I was always fearless, I would say. And passionate. I remember being interviewed for my position – I told them – "This is what I've wanted to do my whole life - this is it. This is my calling."
My name is Cynthia and I am a legal officer in the ICC's Judicial Chambers.
I work directly with ICC judges and offer legal advice. Behind each Chamber, there is a team of officers who track, evaluate and analyse every detail of a case. We can offer advice, for example, on how to best interpret a matter of law, or how to best express the judge's reasoning in a decision or dissenting opinion.
Once the judges have made a decision, we support them in drafting the reasoning of the decision. We work closely with the judges on this, and it is a crucial part of our job, as the decisions and dissenting opinions become part of case law. I am very proud of the contribution we legal officers make.
Meant to be
Since I was 17, I knew I wanted to be an international human rights lawyer. Back in 1995, still in high school in Costa Rica, I had a chance to participate in the Model UN. Through their focus on human rights issues, I started grappling with atrocities in Rwanda and the former Yugoslavia: genocide and rape as a tool of war. In the same year, I attended a lecture by Judge Odio Benito, and, hearing her views on these issues, I was totally amazed. All I could think was: "I want to be her."
Fast forward a few years, while I went through law school, the ICC was created in 2002. When the Court's doors opened the very next year, I jumped at the chance to apply for an internship. Three days later they called me and asked me to start the very next week. I could barely catch my breath, thinking "This was meant to be!"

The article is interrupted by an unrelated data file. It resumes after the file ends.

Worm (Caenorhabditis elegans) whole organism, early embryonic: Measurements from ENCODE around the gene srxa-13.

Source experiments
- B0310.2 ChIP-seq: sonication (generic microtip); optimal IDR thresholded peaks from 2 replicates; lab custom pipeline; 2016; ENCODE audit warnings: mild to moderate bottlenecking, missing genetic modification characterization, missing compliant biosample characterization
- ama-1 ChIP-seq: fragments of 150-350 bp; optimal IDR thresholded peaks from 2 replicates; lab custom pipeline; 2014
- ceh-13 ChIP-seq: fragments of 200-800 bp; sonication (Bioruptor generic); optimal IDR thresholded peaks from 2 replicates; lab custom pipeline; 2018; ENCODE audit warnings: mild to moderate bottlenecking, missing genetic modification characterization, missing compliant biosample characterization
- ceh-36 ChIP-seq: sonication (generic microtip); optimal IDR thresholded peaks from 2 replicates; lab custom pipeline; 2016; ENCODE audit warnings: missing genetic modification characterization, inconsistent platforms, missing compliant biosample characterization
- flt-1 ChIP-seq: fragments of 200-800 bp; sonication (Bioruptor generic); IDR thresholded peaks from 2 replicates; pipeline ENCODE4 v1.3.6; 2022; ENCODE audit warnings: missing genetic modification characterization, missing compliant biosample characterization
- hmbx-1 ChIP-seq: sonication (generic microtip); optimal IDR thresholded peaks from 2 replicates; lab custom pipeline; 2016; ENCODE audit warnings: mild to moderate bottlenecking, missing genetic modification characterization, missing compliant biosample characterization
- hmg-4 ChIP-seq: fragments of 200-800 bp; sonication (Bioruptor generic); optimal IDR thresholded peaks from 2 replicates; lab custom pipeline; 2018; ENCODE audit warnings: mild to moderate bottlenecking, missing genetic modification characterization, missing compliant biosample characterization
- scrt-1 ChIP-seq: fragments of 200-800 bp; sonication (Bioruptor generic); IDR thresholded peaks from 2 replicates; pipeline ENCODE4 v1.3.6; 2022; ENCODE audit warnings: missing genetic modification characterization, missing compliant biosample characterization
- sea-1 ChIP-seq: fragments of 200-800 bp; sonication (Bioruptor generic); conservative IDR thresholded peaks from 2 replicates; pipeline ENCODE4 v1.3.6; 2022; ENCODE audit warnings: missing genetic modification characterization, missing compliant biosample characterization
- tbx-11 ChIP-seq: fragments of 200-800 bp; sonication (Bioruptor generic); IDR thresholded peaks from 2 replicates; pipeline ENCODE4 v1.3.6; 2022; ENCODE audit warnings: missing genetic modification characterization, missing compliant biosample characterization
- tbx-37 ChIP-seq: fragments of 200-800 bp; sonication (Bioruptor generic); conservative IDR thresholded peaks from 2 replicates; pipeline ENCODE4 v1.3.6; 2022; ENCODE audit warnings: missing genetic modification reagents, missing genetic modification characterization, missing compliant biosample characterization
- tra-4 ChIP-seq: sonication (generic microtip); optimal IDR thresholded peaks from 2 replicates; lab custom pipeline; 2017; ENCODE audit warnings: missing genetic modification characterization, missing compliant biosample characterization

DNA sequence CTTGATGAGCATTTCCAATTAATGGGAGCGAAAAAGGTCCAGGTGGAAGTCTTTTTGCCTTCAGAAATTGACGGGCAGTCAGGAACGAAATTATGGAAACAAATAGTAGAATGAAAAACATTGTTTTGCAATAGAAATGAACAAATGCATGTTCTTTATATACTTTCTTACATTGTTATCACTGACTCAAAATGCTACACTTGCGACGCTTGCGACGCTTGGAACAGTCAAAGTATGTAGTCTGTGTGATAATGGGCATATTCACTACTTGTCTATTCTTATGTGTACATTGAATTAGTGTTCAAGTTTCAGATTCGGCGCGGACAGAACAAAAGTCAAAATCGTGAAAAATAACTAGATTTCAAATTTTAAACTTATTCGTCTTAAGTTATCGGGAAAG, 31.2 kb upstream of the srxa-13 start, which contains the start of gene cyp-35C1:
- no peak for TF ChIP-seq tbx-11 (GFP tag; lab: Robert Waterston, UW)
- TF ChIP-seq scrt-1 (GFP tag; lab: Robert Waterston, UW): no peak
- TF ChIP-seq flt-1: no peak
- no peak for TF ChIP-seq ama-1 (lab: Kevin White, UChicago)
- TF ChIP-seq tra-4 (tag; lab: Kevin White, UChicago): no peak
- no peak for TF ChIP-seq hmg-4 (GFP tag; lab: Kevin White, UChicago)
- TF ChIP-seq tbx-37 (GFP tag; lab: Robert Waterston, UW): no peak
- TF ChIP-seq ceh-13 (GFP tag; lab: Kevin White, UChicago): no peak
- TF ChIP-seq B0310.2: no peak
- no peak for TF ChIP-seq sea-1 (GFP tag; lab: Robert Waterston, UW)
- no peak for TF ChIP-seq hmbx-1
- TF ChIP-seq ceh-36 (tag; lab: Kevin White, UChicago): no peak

Turns out, a judge's intern had cancelled at the last minute, and I applied at just the right moment. Pure luck. Little did I know, my judge happened to be the same floor as Judge Odio Benito, so on the third day of my internship, when Judge Odio Benito breezed into my office to say hello, I was like: "My hero!"
The rest is history. After my internship, I was hired to work as a Legal Officer in the Trial Division. I worked throughout the Lubanga case, which focused on conscripting and using child soldiers.
I did my Ph.D. on the topic of children's rights and international criminal proceedings, and I am passionate about certain issues, particularly how international crimes affect children. Also, because of my prior work at an NGO supporting women's rights, I am very interested in sexual and gender-based violence. At the ICC, in so many of our cases, these issues are raised time and again, so working here, even though the atrocities we deal with are extreme, I am in my element.
Throughout the years, I have worked with multiple Chambers in various cases. On the one hand, I've learned that you can't take a case personally, and that my advice is merely technical. It's cerebral. It's the law.
But, on the other hand, there are some things that just stick with you. Some witness statements you never forget. I see it as a strength – to always think of the people we work for. To base our careers on bringing justice to the persons living in a situation country. To care.
I have learned so much from the judges I have assisted and my colleagues, and I can only hope it's a two-way street. They both changed the way I think, and I would venture to say I've offered new perspectives for them to consider.
In that sense, perhaps some things are meant to be.